David Feela On The Rapture

By David Feela

David Feela (Telluride Inside… and Out met David Feela through Telluride Arts' Mark Fischer Poetry Award, which he judged. We judged the guy to be a shoo-in for Garrison Keillor's replacement as host of The Prairie Home Companion when Keillor throws in the towel in 2013. Feela is that smart. That funny. Who better to riff on the ruptured Rapture?

To double your pleasure, we decided to include two of David Feela's poems on the subject of Apocalypse Whenever, one funny, one serious, two reasons why we are glad to still be hanging out on the Big Blue Marble.

And expect more of the same from David Feela on Telluride Inside… and Out.)

Judgments and Revelations

An old farmer down the road told me very proudly he’d only read one book his entire life, the Good Book.  His mother had given him her copy before she died and made him promise he’d read it.

“You must have gone through it a dozen times by now” I speculated.

“Just once, but it’s thick.”

I nodded, avoiding a discussion about thickness.

“Did you have a favorite part?”

“The part where Adam’s boxcar packed with iced lettuce got stuck on the rails and the lettuce rotted in the hot sun.”

I did a mental double-take.

“That wasn’t in the Old or the New Testament.”

“Well son, if you knew your scriptures you wouldn’t look so astonished.”

“Perhaps you studied it more closely than me, maybe you could help me out.”

“Well, check your own copy if you don’t believe me, but any fool knows it was from  John.”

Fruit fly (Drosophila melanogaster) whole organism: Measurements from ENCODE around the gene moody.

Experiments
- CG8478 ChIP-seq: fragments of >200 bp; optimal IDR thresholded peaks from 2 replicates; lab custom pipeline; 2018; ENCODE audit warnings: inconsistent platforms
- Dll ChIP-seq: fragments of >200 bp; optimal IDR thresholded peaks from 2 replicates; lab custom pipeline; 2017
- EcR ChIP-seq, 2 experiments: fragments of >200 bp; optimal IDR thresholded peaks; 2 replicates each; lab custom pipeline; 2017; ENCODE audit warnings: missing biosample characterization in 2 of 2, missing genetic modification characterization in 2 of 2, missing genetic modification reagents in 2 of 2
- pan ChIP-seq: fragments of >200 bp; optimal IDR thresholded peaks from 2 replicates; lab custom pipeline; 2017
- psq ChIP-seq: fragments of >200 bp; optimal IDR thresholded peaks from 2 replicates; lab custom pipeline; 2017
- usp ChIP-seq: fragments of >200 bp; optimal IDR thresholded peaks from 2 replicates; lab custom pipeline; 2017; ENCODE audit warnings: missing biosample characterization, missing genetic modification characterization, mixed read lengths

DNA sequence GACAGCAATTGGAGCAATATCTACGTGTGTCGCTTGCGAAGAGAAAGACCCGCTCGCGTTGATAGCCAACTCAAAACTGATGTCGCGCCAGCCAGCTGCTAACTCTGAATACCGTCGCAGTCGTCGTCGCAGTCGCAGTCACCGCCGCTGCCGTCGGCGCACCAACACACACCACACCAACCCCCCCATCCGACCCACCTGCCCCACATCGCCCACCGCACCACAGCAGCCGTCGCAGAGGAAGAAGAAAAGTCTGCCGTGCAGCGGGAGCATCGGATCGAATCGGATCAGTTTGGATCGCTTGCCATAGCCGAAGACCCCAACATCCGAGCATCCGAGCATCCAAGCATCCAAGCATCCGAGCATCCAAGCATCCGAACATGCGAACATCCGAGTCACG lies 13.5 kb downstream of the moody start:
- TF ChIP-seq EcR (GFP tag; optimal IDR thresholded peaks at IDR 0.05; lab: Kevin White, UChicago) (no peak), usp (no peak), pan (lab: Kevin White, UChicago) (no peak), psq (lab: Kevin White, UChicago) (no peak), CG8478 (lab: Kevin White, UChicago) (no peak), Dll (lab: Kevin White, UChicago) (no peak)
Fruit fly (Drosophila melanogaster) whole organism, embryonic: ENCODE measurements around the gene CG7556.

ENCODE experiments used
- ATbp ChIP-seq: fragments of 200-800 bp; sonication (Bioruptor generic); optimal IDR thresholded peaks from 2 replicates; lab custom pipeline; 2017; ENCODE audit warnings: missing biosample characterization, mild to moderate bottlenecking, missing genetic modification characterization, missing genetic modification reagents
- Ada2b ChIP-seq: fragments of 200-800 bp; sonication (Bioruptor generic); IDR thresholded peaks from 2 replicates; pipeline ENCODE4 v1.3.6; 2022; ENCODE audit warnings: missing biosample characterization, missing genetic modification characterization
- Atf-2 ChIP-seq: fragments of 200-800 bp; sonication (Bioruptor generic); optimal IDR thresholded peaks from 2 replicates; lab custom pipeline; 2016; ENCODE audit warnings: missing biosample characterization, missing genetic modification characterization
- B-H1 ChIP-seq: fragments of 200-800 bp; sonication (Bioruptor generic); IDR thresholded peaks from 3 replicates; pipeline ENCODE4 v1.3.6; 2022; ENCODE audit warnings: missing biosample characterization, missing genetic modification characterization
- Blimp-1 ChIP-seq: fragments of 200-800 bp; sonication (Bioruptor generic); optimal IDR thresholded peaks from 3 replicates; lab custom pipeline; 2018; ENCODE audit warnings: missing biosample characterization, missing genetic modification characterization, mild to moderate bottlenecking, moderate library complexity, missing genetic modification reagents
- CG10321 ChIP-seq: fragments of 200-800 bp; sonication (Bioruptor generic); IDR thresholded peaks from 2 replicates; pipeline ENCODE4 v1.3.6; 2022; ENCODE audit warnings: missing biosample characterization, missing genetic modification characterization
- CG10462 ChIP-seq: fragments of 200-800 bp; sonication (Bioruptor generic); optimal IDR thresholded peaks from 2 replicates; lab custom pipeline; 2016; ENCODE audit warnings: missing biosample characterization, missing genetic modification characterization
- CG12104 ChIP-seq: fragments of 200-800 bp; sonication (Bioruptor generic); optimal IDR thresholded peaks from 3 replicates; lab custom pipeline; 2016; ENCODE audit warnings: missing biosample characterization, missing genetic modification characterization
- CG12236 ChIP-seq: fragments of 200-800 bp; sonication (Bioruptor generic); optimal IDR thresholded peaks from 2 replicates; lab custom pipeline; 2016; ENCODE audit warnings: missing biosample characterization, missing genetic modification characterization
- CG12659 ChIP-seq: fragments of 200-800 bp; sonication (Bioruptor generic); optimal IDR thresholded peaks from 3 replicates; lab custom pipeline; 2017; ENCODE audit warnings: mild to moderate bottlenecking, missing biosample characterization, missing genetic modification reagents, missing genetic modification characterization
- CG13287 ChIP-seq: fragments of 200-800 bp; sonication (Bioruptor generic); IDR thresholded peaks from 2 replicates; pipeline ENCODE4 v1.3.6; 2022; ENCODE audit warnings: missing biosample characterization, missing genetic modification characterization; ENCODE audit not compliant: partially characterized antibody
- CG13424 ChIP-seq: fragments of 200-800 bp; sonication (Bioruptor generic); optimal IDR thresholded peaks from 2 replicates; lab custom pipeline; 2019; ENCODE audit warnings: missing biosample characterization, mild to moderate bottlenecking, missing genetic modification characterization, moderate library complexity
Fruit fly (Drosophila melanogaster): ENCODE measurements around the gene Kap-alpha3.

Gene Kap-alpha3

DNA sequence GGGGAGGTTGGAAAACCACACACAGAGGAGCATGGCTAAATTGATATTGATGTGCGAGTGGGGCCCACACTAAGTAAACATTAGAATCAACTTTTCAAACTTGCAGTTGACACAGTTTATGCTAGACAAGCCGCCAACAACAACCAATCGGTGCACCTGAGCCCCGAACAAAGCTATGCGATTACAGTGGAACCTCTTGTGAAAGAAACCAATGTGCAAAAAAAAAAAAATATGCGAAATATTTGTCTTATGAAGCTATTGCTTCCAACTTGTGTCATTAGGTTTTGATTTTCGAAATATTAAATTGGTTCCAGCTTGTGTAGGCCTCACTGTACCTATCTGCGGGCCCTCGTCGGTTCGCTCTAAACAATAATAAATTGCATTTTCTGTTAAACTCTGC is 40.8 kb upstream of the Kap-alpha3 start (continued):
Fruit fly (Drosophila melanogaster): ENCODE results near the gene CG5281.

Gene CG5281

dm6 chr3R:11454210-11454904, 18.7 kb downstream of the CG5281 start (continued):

“John?  John who?”

“You know, John who married that tramp named Cathy.”

“No, you’ve got it mixed up again, John was the author, Cathy was the fictional wife of Adam.”

“You don’t know much about Eden, do you?”

“It’s East of Eden!”

He paused, shook his head, then spit into the dirt.

“You know, son, when I get home this evening I’m going to spend an extra ten minutes on my knees, praying for your soul.”


                                           and it’s over
except nothing’s ever really finished.
Things stop, to be sure, like an unanswered
telephone, or the neighbor’s barking dog –
ordinary things that lose intensity
the longer they last.  Even people
like my grandmother, her two husbands,
the way she used to get up from the table
as if surfacing from a slow motion dream.
And the Cadillac with fins my father owned,
long ago dragged off – still enormous
in my mind, holding its wax like moonshine.
                                         Things stop,
and the idea of touching what’s left
scares us.  The idea I had about beauty
pressed like a flower in the crevice
on some dull book, or the Mercury dime
I placed on a railroad track, thinking
I’d come back to a puddle of quicksilver.
A candle at church guttered by its own heat,
a few sparks pale as fireflies.  All my past
hanging like an apple grown fat on its seed,
the worm turning where it’s sweet.

David is a Colorado poet who resides in Arriola, Colorado, a small rural community north of Cortez. Recently retired from a 27-year teaching gig, David was a former “Colorado Voice” for the Denver Post. He worked for over a decade as a contributing editor and columnist at Inside/Outside Southwest magazine and now contributes occasional pieces to High Country News and writes a monthly piece for the Four Corners Free Press. David's words have appeared in hundreds of regional and national publications. His first full-length book of poetry, The Home Atlas, is now available.

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